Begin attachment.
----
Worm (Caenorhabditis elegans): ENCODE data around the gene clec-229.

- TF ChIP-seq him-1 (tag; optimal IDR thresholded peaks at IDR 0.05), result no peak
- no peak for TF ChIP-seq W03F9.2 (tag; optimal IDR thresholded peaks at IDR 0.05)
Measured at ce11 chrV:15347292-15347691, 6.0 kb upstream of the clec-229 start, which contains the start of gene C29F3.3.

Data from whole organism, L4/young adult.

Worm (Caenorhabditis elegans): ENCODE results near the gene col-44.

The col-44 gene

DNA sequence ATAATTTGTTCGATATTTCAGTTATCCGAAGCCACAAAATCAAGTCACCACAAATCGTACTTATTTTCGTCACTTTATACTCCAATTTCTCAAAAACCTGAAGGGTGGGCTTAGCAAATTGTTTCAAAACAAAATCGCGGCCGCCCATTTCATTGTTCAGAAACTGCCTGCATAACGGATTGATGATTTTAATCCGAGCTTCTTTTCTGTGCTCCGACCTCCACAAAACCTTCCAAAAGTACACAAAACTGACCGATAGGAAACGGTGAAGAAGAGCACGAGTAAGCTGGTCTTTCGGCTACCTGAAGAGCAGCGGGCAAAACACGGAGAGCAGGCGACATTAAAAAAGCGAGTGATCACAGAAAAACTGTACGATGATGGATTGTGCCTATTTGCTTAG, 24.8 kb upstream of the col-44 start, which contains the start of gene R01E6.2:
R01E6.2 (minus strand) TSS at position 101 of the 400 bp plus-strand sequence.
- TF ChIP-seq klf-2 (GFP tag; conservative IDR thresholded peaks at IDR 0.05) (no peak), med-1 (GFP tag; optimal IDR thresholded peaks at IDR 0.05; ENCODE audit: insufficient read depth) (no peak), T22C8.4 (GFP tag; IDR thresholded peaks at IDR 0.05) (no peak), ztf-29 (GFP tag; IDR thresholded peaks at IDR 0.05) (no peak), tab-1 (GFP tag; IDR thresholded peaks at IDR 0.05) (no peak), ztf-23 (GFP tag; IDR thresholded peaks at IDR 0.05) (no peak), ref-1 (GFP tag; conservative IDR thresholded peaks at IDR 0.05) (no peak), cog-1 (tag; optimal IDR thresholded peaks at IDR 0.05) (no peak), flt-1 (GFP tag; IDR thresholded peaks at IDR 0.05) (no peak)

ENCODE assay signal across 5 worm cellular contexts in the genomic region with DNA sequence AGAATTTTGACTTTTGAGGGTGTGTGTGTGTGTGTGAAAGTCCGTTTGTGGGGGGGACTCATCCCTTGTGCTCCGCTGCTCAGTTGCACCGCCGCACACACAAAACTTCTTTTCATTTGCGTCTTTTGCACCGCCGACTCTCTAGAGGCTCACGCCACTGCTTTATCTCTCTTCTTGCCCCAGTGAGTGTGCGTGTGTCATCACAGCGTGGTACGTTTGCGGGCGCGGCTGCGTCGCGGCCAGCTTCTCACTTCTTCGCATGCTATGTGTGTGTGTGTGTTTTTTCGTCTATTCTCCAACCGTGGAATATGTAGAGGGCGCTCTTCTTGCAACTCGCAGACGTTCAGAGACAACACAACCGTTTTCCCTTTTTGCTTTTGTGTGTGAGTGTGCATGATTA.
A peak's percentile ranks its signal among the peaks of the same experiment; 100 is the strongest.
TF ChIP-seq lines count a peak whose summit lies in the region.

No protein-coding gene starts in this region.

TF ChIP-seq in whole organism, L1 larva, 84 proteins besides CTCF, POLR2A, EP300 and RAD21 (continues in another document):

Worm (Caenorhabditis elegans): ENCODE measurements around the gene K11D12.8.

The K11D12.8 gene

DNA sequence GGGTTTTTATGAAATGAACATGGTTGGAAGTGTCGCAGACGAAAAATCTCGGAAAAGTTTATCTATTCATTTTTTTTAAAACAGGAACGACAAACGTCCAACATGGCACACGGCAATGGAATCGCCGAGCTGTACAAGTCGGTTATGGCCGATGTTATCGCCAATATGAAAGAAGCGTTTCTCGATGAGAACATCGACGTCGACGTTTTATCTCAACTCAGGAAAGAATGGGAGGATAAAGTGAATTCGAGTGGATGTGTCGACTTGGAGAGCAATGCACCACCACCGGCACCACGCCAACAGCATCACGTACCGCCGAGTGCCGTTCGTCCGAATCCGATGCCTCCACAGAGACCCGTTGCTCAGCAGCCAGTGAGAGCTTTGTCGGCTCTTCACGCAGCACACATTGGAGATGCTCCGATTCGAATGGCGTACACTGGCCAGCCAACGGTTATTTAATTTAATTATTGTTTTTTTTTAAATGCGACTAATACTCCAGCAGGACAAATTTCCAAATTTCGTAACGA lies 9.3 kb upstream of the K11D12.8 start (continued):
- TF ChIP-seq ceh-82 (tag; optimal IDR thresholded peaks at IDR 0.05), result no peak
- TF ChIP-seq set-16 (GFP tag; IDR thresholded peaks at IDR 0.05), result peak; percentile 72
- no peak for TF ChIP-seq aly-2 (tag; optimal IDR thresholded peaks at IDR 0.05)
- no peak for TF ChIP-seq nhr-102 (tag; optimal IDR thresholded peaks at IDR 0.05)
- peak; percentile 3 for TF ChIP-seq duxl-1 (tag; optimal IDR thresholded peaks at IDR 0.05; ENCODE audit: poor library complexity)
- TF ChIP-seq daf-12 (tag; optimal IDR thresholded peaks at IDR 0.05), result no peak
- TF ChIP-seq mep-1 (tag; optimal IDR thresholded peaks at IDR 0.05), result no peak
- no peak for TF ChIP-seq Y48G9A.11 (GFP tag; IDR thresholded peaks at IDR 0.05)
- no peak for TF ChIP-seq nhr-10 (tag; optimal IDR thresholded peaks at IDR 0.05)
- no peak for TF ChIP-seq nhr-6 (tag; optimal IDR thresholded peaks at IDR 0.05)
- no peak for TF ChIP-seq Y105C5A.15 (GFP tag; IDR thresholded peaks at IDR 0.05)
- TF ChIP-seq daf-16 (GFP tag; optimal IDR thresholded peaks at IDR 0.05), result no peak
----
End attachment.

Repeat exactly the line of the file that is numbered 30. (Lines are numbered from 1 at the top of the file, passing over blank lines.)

- TF ChIP-seq daf-16 (GFP tag; optimal IDR thresholded peaks at IDR 0.05), result no peak